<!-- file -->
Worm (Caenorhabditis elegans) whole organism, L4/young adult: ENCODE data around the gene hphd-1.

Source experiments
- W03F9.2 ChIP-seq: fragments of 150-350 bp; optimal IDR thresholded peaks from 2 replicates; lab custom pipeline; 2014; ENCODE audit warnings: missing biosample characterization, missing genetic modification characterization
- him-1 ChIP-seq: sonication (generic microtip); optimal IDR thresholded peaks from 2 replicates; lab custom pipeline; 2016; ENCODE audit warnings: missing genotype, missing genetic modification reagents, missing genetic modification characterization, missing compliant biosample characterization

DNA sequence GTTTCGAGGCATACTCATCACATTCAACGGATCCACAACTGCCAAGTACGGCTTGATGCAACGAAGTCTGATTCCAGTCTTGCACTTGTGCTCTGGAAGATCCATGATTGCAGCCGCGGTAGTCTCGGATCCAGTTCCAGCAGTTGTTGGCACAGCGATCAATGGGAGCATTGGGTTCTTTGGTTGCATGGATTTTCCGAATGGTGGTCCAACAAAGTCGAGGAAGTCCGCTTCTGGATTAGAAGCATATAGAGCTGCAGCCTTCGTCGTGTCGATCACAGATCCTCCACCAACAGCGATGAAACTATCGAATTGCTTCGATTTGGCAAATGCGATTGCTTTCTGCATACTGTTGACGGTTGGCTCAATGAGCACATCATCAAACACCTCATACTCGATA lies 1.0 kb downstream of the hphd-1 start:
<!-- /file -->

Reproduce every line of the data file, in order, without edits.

Worm (Caenorhabditis elegans) whole organism, L4/young adult: ENCODE data around the gene hphd-1.

Source experiments
- W03F9.2 ChIP-seq: fragments of 150-350 bp; optimal IDR thresholded peaks from 2 replicates; lab custom pipeline; 2014; ENCODE audit warnings: missing biosample characterization, missing genetic modification characterization
- him-1 ChIP-seq: sonication (generic microtip); optimal IDR thresholded peaks from 2 replicates; lab custom pipeline; 2016; ENCODE audit warnings: missing genotype, missing genetic modification reagents, missing genetic modification characterization, missing compliant biosample characterization

DNA sequence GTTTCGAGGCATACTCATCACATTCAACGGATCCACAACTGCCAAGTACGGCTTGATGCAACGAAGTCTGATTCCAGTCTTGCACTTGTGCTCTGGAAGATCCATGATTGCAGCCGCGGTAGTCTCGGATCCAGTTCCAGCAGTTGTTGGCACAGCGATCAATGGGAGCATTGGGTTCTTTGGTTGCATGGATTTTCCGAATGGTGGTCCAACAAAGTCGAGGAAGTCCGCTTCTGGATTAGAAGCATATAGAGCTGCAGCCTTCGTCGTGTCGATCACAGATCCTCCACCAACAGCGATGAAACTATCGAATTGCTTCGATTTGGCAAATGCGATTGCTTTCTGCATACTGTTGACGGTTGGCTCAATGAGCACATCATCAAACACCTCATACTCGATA lies 1.0 kb downstream of the hphd-1 start: